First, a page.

Journey to the bottom of the earth
Mocco Wollert says she truly knows the tapestry of life as a woman: “I was, and am, a migrant, a businesswoman, a breast cancer survivor, a mother, a grandmother, a great-grandmother and a widow.”
She’s also an author, and her book Bloody Bastard Beautiful was last month nominated for a Northern Territory Historical Book award for of its contribution to the social history of Darwin.
But you don’t have to have an affiliation with the northern capital to find this an entertaining tale, both funny and fascinating, detailing those early years, 1958-1972, in what even Australians considered to be a frontier town. Her relations in Germany had barely heard of Australia, much less the Northern Territory.
Mocco’s story begins in 1957, when Niclas, a Berliner and the love of her life, decided he had no prospects in post-war Germany and was eager to start a new life. He had heard there was work in Australia.
He was an architect but Australia needed bricklayers, so he returned to the trade his father had insisted he learn, and booked his passage to Melbourne
Niclas had been enlisted to the Hitler Youth and towards the end of the war, the boys were sent to the Russian front to fight. He was 13, but he survived the fighting and capture and, ultimately, the trauma.
Fearing again being conscripted by a government, he turned down the offer of a free fare to Australia and travelled at his own expense. The only problem was that he had to leave his girl behind for what they feared might be years.
On arrival, there was no work to be had but he heard that Darwin always needed workers, so that’s where he would go, stopping to visit a family he knew in Adelaide en route. He invested the last of his savings in an old Landrover and set off. How hard could it be?
Mocco’s story begins with the adventures of that journey on a rough and rocky road by a young man struggling to speak English, stony broke and learning the nuances of Australia. In the vein of They’re a Weird Mob it’s a story of European immigrants who arrived in search of a better life and discovered a peculiar culture hilariously different to their own.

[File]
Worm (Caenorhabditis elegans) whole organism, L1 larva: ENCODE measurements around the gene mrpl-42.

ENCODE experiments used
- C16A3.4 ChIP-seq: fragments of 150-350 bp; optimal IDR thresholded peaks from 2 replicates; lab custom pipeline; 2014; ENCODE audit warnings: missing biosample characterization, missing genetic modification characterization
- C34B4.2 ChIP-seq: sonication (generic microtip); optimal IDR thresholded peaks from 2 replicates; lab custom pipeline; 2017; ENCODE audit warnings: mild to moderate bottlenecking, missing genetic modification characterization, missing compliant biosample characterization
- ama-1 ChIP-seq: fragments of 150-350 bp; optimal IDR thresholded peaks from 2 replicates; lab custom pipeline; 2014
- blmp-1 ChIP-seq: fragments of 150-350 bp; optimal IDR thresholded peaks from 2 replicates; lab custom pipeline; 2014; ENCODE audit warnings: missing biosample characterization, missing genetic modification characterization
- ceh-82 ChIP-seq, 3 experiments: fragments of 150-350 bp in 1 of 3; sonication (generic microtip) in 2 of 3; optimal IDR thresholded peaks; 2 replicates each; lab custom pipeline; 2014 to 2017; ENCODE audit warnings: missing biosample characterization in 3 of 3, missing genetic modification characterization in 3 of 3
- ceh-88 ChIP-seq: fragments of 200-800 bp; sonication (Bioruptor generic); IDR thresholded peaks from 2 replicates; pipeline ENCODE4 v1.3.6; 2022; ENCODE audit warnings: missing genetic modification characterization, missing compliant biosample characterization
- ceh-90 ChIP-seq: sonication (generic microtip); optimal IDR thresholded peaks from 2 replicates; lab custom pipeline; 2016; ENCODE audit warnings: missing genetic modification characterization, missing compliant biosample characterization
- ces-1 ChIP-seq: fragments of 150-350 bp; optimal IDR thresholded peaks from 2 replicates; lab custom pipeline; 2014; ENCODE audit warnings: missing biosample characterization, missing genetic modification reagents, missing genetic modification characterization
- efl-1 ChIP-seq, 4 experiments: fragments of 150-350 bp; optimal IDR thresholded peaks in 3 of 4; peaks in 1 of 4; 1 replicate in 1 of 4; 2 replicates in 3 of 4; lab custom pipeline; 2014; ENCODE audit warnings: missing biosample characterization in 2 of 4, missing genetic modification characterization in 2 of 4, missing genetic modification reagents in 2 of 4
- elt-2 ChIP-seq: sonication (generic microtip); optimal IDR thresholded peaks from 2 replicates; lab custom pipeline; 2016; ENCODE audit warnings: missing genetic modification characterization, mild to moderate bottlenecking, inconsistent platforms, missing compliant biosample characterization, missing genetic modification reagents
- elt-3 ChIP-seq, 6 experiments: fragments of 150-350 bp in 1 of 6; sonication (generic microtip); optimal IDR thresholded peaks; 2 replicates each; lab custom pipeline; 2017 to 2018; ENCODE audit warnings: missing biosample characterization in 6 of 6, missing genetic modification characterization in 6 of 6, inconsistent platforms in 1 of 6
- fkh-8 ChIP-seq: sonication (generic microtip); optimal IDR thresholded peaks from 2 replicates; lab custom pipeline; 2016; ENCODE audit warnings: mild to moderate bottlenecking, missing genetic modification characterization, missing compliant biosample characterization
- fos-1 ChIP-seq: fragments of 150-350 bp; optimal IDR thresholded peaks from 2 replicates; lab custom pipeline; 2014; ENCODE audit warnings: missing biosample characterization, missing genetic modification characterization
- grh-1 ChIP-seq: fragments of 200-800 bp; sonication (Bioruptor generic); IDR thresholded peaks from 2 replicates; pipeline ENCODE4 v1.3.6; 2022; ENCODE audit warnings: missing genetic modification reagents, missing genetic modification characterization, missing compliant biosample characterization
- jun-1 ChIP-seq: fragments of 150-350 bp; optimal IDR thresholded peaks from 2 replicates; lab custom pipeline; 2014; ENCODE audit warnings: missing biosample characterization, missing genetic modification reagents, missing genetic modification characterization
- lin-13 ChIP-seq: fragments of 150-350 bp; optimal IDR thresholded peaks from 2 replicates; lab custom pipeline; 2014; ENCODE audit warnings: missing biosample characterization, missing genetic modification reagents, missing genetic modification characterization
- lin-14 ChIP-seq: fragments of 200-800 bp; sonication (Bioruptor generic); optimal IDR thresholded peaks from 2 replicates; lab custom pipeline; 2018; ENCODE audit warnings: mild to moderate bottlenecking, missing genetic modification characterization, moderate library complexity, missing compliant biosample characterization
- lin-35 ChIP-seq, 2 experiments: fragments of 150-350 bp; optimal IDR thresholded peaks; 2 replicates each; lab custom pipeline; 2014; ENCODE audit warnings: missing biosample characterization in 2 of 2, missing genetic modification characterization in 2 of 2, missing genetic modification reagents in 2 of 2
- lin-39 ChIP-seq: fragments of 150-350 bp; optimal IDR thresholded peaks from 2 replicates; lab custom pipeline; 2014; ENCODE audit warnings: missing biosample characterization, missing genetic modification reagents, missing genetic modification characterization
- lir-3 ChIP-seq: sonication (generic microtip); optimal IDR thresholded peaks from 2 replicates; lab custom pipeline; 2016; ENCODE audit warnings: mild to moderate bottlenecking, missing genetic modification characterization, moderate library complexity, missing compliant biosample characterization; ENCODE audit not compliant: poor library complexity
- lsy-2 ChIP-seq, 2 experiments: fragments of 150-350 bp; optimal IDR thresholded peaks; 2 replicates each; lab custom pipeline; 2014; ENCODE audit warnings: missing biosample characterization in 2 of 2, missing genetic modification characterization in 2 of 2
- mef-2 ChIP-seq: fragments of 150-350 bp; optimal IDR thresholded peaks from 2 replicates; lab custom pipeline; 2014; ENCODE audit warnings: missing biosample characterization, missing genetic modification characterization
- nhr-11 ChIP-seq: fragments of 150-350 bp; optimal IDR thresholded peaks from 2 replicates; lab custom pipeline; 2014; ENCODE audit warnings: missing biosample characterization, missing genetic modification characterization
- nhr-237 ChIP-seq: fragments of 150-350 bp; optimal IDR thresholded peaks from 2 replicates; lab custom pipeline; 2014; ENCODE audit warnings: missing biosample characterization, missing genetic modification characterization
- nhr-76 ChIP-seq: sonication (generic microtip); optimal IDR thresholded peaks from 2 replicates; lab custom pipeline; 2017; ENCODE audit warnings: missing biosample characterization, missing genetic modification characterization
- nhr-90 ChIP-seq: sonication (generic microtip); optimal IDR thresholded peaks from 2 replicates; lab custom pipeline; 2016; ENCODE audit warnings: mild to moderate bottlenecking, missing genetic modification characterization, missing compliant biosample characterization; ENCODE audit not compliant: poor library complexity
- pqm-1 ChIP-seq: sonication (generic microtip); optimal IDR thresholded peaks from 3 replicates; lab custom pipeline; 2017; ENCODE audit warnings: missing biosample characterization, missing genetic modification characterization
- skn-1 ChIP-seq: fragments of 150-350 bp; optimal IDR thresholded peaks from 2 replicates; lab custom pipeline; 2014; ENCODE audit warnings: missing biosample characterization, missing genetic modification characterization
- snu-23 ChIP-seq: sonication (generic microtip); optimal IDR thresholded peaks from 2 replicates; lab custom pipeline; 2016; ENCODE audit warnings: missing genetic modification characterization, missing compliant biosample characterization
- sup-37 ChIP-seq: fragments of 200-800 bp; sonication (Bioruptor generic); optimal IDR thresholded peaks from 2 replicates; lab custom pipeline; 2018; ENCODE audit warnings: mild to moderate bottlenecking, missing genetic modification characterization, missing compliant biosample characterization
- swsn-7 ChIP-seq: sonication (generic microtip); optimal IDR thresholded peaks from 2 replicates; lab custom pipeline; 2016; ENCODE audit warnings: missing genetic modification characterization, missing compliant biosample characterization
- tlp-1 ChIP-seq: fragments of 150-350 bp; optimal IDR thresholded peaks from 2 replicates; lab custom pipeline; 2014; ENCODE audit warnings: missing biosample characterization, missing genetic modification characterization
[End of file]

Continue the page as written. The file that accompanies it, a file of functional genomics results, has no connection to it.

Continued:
“Leaving Adelaide, he was given strict instructions, ‘you have to shut the bloody gates, mate’. He was confused. Why there would be gates on the Stuart Highway and why would anybody smear blood on them,” Mocco says.
“The other new word he had learned was a wonderful word suitable for all things, and all situations: bastard. And this was a bastard of a road.”
Fast forward six months and Niclas was able to borrow money for the ticket to send for his sweetheart join him in this wild tropical outpost.
“Until the end of his life, Niclas would declare that he had bought his wife on hire purchase,” Mocco says. “I loved that man. He hated Germany and was committed to living here. I loved Germany and didn’t want to leave but I loved him more.
“I knew nothing about the country at all. There were crocodiles, snakes, spiders, weevils and frogs, millions of frogs.”
They had become secretly engaged before Niclas left and despite her parents expecting her on the return flight, she stuck it out and they married in 1959.
“Living in sin prevented me from being accepted as part of ‘good’ Darwin society and yet I was not a starry-eyed debutante and knew it meant forsaking Germany and abandoning my family forever,” she says.
Darwin remained their home for the next 14 years. Niclas became a successful builder and Mocco became a mother.
Within two years she was writing in English.
“We only spoke English. We wanted to be Australians,” she says. “And for me, writing is a compulsion. I can’t not write.”
She has now published nine books as well as 10 children’s books and was the founder of the Society of Women Writer’s Queensland Branch.
During their last 18 months in Darwin, they owned a restaurant – where John Meillon and a young Jenny Agutter dined regularly while shooting Walkabout in 1970.
The trials and tribulations, joy and despair, challenges, struggles and achievements of a young migrant couple in an environment so foreign to everything they had known, make Mocco’s book about those first 14 years in Darwin hard to put down. It’s funny, interesting, heart-warming and informative in equal measure.
The Wollerts eventually left Darwin for the health of their second daughter, planning to settle in Atherton but on the trip north after a holiday on the Gold Coast they discovered Caloundra.
Four weeks later they had bought a block of flats there and in 1976, Niclas set up his business, Rolla-Shield. Five years later they moved to Brisbane.
Niclas was diagnosed with Parkinson’s Disease in 2000 and died in May this year, aged 87 – just 10 days short of their 59th wedding anniversary.
Mocco continues to keep busy with her writing, talking to groups as a guest speaker promoting her book, and staying in touch with her two daughters, seven grandchildren and one great grandchild.
Her life story is captivating and six decades after her arrival in Darwin, she has no cause to doubt that she made the right decision. Life has been good.
“Had we migrated to the United States we would have been called German-Americans. Here we were called New Australians which gave us immediately a sense of belonging, of being part of our new homeland,” she says.
Bloody Bastard Beautiful is available at Dymocks, independent book stores or email Mocco firstname.lastname@example.org She is also available as a guest speaker.